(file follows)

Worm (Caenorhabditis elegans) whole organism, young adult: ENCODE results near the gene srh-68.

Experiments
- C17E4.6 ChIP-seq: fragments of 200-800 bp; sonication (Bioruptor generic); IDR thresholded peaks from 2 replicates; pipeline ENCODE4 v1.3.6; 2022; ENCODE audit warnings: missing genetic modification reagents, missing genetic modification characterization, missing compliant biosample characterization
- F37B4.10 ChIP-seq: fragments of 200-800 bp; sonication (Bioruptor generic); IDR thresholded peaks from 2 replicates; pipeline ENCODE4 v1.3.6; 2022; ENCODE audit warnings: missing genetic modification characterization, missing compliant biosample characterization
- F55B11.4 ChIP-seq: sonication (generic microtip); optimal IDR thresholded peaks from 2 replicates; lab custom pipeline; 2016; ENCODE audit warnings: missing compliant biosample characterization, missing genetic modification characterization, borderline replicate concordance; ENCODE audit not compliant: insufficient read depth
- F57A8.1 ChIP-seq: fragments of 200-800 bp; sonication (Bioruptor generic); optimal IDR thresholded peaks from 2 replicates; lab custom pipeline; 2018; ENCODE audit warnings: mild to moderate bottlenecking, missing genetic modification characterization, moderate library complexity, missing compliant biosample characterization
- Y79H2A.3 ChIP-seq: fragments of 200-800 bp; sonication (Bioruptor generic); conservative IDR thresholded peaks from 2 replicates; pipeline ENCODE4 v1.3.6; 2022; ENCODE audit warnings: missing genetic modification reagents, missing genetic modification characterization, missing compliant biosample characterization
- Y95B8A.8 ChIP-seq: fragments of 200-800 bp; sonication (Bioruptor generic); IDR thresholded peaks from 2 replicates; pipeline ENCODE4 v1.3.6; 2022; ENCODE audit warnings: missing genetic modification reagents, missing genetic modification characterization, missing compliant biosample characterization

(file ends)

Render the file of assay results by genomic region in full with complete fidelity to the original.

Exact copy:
Worm (Caenorhabditis elegans) whole organism, young adult: ENCODE results near the gene srh-68.

Experiments
- C17E4.6 ChIP-seq: fragments of 200-800 bp; sonication (Bioruptor generic); IDR thresholded peaks from 2 replicates; pipeline ENCODE4 v1.3.6; 2022; ENCODE audit warnings: missing genetic modification reagents, missing genetic modification characterization, missing compliant biosample characterization
- F37B4.10 ChIP-seq: fragments of 200-800 bp; sonication (Bioruptor generic); IDR thresholded peaks from 2 replicates; pipeline ENCODE4 v1.3.6; 2022; ENCODE audit warnings: missing genetic modification characterization, missing compliant biosample characterization
- F55B11.4 ChIP-seq: sonication (generic microtip); optimal IDR thresholded peaks from 2 replicates; lab custom pipeline; 2016; ENCODE audit warnings: missing compliant biosample characterization, missing genetic modification characterization, borderline replicate concordance; ENCODE audit not compliant: insufficient read depth
- F57A8.1 ChIP-seq: fragments of 200-800 bp; sonication (Bioruptor generic); optimal IDR thresholded peaks from 2 replicates; lab custom pipeline; 2018; ENCODE audit warnings: mild to moderate bottlenecking, missing genetic modification characterization, moderate library complexity, missing compliant biosample characterization
- Y79H2A.3 ChIP-seq: fragments of 200-800 bp; sonication (Bioruptor generic); conservative IDR thresholded peaks from 2 replicates; pipeline ENCODE4 v1.3.6; 2022; ENCODE audit warnings: missing genetic modification reagents, missing genetic modification characterization, missing compliant biosample characterization
- Y95B8A.8 ChIP-seq: fragments of 200-800 bp; sonication (Bioruptor generic); IDR thresholded peaks from 2 replicates; pipeline ENCODE4 v1.3.6; 2022; ENCODE audit warnings: missing genetic modification reagents, missing genetic modification characterization, missing compliant biosample characterization